The difficulty of performing each step was decided by the amount of caution needed to undertake that task. This is because the disassembly does not require much plain force rather, it is the presence of numerous small parts that poses real difficulty. Keeping track of the individual parts is very important for which we used the labeling sheet.
The difficulty rating ( 1 - 5 ) was decided upon by the amount of tools, time, and caution required by each step:
- 1 being the easiest-where little tools and caution was required.
- 5 being the hardest-which required much caution, and tools.
For the dissection procedure, refer to the following catalog for the piece index.
|Step Number||Description||Difficulty Rating||Tools Required||Pictures|
|1||• Take your reel.|
|2||• Unscrew screw number 76.
• Remove the cap (piece 75)
|1||• Phillips Head Screw Driver|
|3||• Unscrew piece 74.||3||• Socket Wrench|
|4||• Then slide the handle out (piece 73).
Caution: There is a washer attached (piece 72).
|5||• Gently unscrew star drag wheel (piece 71).
• Take apart pieces 66-70 which lie directly under the star drag (piece 71).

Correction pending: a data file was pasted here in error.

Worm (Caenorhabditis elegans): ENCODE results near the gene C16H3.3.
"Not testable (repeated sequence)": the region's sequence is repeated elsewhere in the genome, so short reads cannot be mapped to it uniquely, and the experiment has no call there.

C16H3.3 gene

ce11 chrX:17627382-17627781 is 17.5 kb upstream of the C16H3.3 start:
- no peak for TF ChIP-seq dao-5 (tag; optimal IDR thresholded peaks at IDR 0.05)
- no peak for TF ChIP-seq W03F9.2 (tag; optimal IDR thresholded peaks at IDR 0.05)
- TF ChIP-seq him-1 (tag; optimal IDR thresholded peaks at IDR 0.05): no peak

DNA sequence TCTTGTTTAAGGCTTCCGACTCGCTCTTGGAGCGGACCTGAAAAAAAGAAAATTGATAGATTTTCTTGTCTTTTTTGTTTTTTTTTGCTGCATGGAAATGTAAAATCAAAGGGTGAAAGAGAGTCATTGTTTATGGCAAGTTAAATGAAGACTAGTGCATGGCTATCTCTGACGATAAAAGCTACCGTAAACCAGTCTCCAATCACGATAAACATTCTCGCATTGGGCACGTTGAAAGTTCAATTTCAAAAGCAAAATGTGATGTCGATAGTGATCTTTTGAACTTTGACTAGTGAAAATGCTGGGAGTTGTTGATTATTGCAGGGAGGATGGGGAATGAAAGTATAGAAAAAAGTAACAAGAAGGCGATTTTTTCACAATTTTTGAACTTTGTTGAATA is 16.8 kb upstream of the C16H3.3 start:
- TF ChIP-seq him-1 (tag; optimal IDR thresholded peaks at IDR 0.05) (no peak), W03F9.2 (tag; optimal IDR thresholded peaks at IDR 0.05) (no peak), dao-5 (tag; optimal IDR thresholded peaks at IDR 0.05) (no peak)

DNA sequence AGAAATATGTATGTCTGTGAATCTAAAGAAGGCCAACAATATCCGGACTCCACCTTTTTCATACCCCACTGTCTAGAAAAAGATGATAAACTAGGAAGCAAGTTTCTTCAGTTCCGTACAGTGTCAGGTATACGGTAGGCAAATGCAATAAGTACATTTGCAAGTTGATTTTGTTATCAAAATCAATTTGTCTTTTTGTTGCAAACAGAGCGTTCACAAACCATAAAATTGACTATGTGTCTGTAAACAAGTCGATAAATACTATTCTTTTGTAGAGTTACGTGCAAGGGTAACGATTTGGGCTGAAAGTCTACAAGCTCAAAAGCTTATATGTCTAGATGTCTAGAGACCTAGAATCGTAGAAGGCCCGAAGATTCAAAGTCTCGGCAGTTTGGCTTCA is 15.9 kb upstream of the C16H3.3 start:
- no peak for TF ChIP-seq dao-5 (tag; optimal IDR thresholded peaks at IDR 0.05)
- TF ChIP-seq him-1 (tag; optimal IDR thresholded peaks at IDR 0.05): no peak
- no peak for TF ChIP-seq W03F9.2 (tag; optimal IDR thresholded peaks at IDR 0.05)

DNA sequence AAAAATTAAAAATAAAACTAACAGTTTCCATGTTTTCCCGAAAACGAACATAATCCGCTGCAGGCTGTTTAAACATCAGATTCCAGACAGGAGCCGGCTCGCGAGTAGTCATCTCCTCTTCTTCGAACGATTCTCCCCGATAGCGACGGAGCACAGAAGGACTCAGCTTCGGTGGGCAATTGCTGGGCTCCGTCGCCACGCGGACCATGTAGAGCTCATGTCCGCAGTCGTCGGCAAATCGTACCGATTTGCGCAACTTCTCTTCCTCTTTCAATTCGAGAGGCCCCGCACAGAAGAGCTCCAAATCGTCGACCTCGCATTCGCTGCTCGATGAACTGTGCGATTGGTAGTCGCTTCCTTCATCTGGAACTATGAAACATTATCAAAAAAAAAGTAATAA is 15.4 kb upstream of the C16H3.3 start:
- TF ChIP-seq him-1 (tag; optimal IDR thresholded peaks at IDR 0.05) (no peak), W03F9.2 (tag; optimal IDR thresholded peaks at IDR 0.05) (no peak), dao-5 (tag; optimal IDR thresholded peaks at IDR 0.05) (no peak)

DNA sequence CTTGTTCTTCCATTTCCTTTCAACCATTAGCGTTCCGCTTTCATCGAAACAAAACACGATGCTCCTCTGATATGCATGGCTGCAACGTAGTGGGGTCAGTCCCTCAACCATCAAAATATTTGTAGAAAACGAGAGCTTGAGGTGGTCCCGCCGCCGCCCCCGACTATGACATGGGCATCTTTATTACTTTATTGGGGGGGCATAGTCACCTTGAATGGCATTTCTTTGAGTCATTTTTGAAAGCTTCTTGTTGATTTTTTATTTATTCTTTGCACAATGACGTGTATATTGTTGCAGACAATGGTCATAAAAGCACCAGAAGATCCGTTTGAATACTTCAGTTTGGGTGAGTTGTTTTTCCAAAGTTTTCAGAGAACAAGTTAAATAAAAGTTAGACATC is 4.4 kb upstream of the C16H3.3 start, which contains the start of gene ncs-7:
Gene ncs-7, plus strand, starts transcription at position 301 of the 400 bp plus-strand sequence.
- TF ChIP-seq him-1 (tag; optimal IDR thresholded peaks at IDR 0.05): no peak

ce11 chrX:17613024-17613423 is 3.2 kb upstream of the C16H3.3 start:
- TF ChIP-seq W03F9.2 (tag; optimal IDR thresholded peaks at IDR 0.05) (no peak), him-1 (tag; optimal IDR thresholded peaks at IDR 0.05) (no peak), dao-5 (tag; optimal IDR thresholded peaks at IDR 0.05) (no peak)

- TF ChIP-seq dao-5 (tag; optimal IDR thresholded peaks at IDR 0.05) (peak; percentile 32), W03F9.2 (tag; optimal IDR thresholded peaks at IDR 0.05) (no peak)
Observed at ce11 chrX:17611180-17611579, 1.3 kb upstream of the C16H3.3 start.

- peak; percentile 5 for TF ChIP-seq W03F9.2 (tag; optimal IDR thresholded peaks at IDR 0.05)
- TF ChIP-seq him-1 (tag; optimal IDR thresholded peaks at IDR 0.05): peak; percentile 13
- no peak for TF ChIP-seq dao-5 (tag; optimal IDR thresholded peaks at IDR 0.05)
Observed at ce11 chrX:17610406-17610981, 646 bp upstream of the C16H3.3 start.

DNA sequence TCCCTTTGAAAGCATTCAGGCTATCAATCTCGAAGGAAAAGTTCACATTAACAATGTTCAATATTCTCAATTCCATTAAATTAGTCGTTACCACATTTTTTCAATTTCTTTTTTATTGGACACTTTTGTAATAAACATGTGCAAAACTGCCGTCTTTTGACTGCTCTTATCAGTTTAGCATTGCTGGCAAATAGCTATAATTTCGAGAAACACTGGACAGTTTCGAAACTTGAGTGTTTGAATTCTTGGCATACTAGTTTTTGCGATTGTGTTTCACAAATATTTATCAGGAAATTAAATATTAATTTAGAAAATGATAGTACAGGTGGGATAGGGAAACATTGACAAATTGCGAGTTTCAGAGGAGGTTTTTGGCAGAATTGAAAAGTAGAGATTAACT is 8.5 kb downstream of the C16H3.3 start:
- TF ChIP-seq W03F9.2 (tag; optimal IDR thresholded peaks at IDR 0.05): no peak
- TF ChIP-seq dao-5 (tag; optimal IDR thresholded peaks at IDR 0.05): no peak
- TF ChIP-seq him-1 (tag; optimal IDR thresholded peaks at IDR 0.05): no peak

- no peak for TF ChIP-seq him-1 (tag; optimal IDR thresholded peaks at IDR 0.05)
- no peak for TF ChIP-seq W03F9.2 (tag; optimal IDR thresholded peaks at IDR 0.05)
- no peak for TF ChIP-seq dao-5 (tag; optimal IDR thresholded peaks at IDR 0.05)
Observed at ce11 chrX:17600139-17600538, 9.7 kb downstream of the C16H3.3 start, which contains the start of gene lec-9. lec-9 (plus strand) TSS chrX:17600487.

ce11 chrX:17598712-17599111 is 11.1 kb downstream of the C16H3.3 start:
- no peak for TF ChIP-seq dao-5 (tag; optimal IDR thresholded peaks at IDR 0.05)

Use Caution when taking these pieces off as there are several very small pieces involved.
• Then firmly unscrew piece 41 which is the cap still visible on piece 36.
• Unscrew the screws 37 and 38 using a Phillips head screw driver which can be seen on the picture to the left denoted by black arrows.
|4||• Phillips Head Screw Driver
|6||• Pull apart the outer casing (part 36) and keep aside.
|7||• Gently slide off these pieces from the shaft (piece 56).
The pieces come off in the following order
(Use Caution as they are small and stuck together due to lubrication):
61 (Outermost Gear) 58 (Inside)
57 (Innermost Gear)
|8||• Part 60 was removed after Step 7.
• Piece 33 is located on the picture to the right as denoted by the red arrow, and is a cylindrical piece of metal.
Use Caution as pieces 34 and 35 lie on top of it,
while the yoke (piece 30) is attached to the bottom of piece 33 and holds 2 springs and a small washer (pieces 31 and 32).
|9||• Gently pull out the longer shaft system, which includes (Pieces 53-54-56-57) in order.
• Unscrew the 2 screws in piece 54 (pieces 55).
• Then put aside the small bearing (piece 52).
• Pry off clip 50 using flat head screw driver.